Non-performing loans (NPLs) reached a 10 year high of 1.27 trillion yuan ($195 billion) last year, or 1.67 percent of all loans outstanding


Analysts said some banks appear to be delaying recognizing some loans as soured. The potential real bad loan ratio may be 8 percent to 9 percent, banking analyst Li Nan at Beijing Gao Hua Securities


Chinese banks are required to set aside funds equivalent to at least 150 percent of bad loans to cover losses. That loan loss provision for the sector as a whole was 181 percent at the end of last year. But, at September-end, it was as low as 153.7 percent at BOC and 157.6 percent at ICBC.


Source: Reuters

http://www.reuters.com/article/us-china ... orethebell
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Re: China - Economic Data & News 13 (Nov 15 - Apr 16)

Postby winston » Mon Mar 28, 2016 9:16 pm

China launders cash of foreign criminals

By ERIKA KINETZ, TIA GOLDENBERG, DANIEL ESTRIN and RAPHAEL SATTER

Source: Associated Press

http://finance.yahoo.com/news/ap-invest ... 48238.html
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Re: China - Economic Data & News 13 (Nov 15 - Apr 16)

Postby winston » Tue Mar 29, 2016 7:36 am

Growth in China ?

by Bryan Rich and William Meade

We talked last week about the weakness in the Chinese economy, which has been compounded by the weak–yen policies in Japan (which threatens China's king–of–exports throne). And we know, based on history, Chinese policymakers won't sit back and let weak global demand and a currency war from Japan undo the path of their economy.

They've already reversed course on their currency policy of the past decade, as they've begun taking back some of the appreciation of the yuan of the past 10 years. And they've already responded with more rate cuts and bank stimulus. But with growth running at recession–like levels in China (even at 6%), expect them to do more, maybe a lot more.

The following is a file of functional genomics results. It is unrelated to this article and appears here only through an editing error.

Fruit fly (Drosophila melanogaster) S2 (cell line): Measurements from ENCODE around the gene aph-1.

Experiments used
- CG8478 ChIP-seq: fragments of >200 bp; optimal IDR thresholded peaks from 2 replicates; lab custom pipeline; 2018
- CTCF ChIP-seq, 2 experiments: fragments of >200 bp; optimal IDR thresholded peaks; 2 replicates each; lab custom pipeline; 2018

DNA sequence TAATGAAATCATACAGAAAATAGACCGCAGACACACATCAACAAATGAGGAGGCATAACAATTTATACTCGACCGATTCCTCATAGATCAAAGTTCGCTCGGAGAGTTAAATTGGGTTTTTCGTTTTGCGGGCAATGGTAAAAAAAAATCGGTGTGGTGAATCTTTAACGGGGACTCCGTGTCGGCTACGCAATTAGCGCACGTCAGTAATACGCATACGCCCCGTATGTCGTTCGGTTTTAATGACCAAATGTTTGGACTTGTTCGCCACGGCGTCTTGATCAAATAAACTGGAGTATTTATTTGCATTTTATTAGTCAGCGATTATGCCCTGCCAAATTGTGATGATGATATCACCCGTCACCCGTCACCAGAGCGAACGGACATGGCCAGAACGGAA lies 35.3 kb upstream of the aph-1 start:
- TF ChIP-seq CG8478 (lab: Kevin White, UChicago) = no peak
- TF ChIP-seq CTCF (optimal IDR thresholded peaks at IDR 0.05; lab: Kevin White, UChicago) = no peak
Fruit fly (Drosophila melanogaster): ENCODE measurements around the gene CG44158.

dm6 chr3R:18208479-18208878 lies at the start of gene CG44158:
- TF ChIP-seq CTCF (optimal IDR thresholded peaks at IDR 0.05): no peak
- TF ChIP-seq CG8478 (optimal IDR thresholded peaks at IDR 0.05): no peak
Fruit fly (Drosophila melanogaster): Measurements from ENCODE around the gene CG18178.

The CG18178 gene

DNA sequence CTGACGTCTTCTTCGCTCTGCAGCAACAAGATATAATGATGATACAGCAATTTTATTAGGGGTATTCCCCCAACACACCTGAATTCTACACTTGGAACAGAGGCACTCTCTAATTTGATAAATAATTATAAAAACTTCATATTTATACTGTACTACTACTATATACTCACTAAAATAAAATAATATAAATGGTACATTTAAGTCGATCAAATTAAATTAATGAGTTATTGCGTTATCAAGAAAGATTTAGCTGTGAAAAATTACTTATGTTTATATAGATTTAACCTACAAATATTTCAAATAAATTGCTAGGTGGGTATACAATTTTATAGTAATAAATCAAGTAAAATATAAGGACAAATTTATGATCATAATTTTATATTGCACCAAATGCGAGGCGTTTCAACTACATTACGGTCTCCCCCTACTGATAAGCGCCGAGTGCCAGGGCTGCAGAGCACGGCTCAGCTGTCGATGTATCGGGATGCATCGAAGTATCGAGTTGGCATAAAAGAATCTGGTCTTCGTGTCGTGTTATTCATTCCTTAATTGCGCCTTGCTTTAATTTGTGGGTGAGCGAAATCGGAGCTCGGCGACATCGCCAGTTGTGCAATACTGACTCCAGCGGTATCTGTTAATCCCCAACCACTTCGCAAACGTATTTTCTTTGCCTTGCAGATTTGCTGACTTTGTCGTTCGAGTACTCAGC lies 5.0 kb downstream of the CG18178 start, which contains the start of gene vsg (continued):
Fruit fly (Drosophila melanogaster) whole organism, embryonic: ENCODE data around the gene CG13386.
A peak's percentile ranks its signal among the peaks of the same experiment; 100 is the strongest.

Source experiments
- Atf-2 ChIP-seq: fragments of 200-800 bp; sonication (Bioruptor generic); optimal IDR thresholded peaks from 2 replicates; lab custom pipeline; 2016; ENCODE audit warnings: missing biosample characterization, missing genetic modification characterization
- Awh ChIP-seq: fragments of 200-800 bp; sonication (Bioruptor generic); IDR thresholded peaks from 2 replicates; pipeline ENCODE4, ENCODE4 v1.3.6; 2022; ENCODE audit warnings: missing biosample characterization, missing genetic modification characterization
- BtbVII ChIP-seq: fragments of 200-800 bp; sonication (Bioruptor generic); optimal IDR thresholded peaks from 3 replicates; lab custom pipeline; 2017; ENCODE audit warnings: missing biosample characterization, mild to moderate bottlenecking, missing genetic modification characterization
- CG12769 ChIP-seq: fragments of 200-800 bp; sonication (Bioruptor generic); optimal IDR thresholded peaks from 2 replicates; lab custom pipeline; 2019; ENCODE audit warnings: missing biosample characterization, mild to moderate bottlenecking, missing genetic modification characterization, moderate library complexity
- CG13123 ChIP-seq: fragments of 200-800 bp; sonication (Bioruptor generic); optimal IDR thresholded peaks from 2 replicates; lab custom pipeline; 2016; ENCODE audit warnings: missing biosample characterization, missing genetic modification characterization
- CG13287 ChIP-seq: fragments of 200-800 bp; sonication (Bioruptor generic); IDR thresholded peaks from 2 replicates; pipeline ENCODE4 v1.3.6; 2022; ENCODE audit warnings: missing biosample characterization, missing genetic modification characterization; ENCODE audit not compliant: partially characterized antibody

That plays in perfectly with what we have expected to be the biggest theme of the year for markets — surprisingly aggressive action from China to stimulate their economy and, in turn, fuel the global economy and a recovery in commodities.

Billionaire investor David Tepper agrees. He's the man that bought the bottom in banking stocks in 2009, and later completely changed broad stock market sentiment in 2010 by interpreting the Fed actions as a green light to buy stocks. Late last year, he predicted that the Chinese central bank will give global growth and global demand a shot in the arm this year, by aggressively cutting rates and stimulating their economy through a variety of measures that will surprise the consensus view.

If Chinese policymakers do indeed act, and aggressively, this chart on commodities could represent one of the great trades of the decade. Remember, when China rolled out aggressive stimulus in 2009, they began stockpiling commodities that were trading at dirt cheap prices in the depths of the global financial crisis (the huge bounce in the chart below initiated from the middle circle).
chart

Moreover, devaluations of the yuan help the Chinese rebuild currency reserves. What have they done with those reserves historically? They buy a lot of U.S. Treasurys. They buy a lot of commodities.

Technically, the chart on broad commodities looks very intriguing. The Goldman Sachs Composite Commodities Index (the chart above) is trading into a triple bottom and 16-year trendline support (actually, already bouncing).

Source: Forbes